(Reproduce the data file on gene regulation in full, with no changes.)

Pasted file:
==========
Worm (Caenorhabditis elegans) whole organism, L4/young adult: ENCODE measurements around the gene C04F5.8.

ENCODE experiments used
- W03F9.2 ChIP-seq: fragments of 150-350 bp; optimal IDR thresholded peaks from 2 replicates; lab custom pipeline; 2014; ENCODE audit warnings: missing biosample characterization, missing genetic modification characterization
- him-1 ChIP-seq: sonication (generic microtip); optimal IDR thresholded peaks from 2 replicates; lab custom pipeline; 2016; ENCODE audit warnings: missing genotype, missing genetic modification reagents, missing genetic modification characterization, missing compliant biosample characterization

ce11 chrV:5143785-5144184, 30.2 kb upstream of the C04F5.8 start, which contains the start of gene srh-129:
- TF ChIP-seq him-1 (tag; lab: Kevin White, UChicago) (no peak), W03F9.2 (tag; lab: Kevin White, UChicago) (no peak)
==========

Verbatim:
Worm (Caenorhabditis elegans) whole organism, L4/young adult: ENCODE measurements around the gene C04F5.8.

ENCODE experiments used
- W03F9.2 ChIP-seq: fragments of 150-350 bp; optimal IDR thresholded peaks from 2 replicates; lab custom pipeline; 2014; ENCODE audit warnings: missing biosample characterization, missing genetic modification characterization
- him-1 ChIP-seq: sonication (generic microtip); optimal IDR thresholded peaks from 2 replicates; lab custom pipeline; 2016; ENCODE audit warnings: missing genotype, missing genetic modification reagents, missing genetic modification characterization, missing compliant biosample characterization

ce11 chrV:5143785-5144184, 30.2 kb upstream of the C04F5.8 start, which contains the start of gene srh-129:
- TF ChIP-seq him-1 (tag; lab: Kevin White, UChicago) (no peak), W03F9.2 (tag; lab: Kevin White, UChicago) (no peak)